“Piety and Hunger”: Nice intro essay on “Kristin Lavransdatter”

why not start your journey w/Kristin during Lent? Undset was an obsessive researcher, and her 14th-century Norway has texture down to the dirt of the smithy floor. She captures annual agricultural rhythms of shortage and plenty, obscure ecclesiastical laws governing punishments for adultery, and the way the men douse themselves in ice water to sober up for church after Christmas festivities. Her descriptions of food, decor, and clothing are precise: the way Kristin strews juniper and flowers on … [Read more...]

“To Fast Again”: Eamon Duffy

says a lot of important things: The ritual observance of dietary rules—fasting and abstinence from meat in Lent, and abstinence from meat and meat products every Friday, as well as the eucharistic fast from midnight before the reception of Communion—were as much defining marks of Catholicism before the council as abstention from pork is a defining characteristic of Judaism. The Friday abstinence in particular was a focus of Catholic identity which transcended class and educational barriers, uni … [Read more...]

“The Queen of Bliss and of Beauty”: A Candlemas Carol

I'm telling you, ClerkOfOxford is twitter mvp. Follow her! February 2 is Candlemas, the Feast of the Purification, so here's a medieval Candlemas carol.Revertere, revertere, The queen of bliss and of beauty.Behold what life that we run in, Frail to fall and ever like to sin Through our enemy's enticing; Therefore we sing and cry to thee: Revertere, revertere, The queen of bliss and of beauty. more! … [Read more...]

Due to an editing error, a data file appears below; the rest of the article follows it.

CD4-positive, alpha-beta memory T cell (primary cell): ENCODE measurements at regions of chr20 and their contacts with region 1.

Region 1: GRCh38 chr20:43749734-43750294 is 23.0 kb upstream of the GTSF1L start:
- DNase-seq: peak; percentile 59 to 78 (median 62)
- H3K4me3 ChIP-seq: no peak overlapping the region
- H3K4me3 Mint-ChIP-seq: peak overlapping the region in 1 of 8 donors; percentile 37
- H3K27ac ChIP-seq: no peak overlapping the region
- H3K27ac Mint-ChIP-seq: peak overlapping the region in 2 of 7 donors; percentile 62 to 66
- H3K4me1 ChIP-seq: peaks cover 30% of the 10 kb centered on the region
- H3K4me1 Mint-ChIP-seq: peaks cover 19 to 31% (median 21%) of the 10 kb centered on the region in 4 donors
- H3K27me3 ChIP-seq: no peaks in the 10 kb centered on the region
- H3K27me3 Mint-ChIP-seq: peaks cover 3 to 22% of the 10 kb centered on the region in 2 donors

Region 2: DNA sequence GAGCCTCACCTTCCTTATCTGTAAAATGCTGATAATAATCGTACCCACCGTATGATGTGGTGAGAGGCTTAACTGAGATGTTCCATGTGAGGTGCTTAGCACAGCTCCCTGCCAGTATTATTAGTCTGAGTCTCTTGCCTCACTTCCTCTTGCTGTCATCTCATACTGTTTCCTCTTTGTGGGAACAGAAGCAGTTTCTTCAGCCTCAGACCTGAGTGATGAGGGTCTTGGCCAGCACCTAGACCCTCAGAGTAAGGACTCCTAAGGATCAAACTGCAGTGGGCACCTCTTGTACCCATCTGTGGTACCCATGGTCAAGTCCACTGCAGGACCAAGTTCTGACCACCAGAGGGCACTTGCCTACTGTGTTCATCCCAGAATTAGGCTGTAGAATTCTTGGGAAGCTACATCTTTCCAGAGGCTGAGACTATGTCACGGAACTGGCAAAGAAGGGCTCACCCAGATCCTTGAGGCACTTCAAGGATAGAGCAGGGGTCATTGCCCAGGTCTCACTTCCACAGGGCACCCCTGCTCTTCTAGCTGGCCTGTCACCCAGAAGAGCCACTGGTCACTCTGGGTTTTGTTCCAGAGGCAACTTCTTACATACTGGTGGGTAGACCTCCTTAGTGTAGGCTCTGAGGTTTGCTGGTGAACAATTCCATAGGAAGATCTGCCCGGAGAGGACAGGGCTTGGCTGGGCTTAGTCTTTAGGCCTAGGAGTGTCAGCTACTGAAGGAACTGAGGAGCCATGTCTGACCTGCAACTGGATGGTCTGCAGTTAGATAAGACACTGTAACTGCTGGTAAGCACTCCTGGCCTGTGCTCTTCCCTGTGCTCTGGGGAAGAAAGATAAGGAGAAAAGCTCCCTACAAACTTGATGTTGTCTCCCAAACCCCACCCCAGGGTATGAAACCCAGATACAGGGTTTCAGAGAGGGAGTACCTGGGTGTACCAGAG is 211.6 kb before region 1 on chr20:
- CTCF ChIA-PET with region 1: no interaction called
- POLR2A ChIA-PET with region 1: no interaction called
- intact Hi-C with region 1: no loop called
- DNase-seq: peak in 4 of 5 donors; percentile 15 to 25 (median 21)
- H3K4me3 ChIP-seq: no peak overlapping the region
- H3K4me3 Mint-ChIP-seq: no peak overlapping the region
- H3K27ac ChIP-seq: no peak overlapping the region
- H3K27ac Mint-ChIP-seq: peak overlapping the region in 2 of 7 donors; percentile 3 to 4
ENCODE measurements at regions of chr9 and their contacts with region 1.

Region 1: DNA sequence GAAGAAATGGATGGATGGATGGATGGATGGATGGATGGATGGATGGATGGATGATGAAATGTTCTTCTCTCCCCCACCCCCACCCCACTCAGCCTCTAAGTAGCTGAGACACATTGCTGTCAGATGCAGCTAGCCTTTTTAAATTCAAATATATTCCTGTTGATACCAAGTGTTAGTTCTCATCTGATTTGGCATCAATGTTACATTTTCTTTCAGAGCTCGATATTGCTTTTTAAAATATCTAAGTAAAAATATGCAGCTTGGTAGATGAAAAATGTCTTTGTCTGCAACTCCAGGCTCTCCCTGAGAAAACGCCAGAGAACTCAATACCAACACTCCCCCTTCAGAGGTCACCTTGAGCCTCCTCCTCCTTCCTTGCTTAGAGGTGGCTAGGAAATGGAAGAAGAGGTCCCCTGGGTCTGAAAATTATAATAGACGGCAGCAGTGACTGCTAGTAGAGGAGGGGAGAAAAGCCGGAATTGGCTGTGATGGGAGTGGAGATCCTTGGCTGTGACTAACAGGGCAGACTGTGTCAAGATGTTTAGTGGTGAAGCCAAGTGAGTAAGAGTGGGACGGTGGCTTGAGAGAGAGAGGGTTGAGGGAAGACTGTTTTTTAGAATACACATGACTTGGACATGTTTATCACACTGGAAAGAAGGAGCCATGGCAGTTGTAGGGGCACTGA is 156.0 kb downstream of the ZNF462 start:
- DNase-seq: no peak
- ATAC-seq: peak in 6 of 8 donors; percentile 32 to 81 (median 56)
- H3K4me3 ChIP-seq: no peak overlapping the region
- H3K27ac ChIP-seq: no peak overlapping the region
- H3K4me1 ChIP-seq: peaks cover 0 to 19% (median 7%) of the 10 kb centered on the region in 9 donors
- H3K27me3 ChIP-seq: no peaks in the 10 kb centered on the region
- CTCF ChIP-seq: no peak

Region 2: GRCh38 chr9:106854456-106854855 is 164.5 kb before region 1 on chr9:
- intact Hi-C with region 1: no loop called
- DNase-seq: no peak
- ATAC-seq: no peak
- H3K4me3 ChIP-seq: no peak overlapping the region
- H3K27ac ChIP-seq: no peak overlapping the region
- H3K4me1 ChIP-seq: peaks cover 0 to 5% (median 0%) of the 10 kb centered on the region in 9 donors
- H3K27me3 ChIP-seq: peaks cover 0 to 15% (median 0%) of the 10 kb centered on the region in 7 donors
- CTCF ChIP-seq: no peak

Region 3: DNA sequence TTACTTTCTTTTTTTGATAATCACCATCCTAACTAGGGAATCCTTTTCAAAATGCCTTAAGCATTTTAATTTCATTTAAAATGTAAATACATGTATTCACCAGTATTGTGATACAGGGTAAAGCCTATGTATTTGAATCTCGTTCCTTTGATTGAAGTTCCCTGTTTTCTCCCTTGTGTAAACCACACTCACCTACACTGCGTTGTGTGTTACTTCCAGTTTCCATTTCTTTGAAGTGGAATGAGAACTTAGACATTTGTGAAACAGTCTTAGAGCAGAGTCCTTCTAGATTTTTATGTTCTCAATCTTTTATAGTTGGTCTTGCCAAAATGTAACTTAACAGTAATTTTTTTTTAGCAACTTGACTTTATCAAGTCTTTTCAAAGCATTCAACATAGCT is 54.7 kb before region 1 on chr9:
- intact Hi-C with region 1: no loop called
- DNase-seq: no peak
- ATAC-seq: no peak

“To Paradise, By Way of Kensal Green”: I review “The English Way”

for the University Bookman. Papist polemics, monks with painted eyelids, "apostolic viragoes" and more! You might expect a book called The English Way: Studies in English Sanctity from Bede to Newman, compiled under the reign of King George V, to rustle through the fingers like a necklace of finely-wrought gold. You might expect serenity, monumentality, harmony: a peaceable parade of right little, tight little saints.You might expect that, anyway, if you don’t remember much about English h … [Read more...]

Tom Holland: The Tyrannosaur vs. the Crucified

excellent metaphor and accurate insight at the heart of this piece from a scholar of antiquity: When I was a boy, my upbringing as a Christian was forever being weathered by the gale force of my enthusiasms. First, there were dinosaurs. I vividly remember my shock when, at Sunday school one day, I opened a children’s Bible and found an illustration on its first page of Adam and Eve with a brachiosaur. Six years old I may have been, but of one thing – to my regret – I was rock-solid certain: no h … [Read more...]

“Haunting Photos Show Monks Returning to Abbey–500 Years After It Was Destroyed by Henry VIII”

And it's St Aelred's abbey, too: A hauntingly beautiful set of photos, appearing on DailyMail, shows two Cistercian monks, Father Joseph and Brother Bernard, visting the ruins of a former Cistercian Abbey in England that had been destroyed during Henry VIII’s reign. more … [Read more...]

“Humiliation and Reconciliation”: I’m at AmCon

as usual I seem to have kept the most important stuff for the last three paragraphs, but here's the opener: My poolside reading this July has been Mary C. Mansfield’s 1995 work The Humiliation of Sinners: Public Penance in Thirteenth-Century France. The book illuminates human questions we still have not resolved with stories from civilizational past. You don’t have to care as much about the Rogation dragon as I do to see echoes of Mansfield’s medieval world in our own rituals of public abase … [Read more...]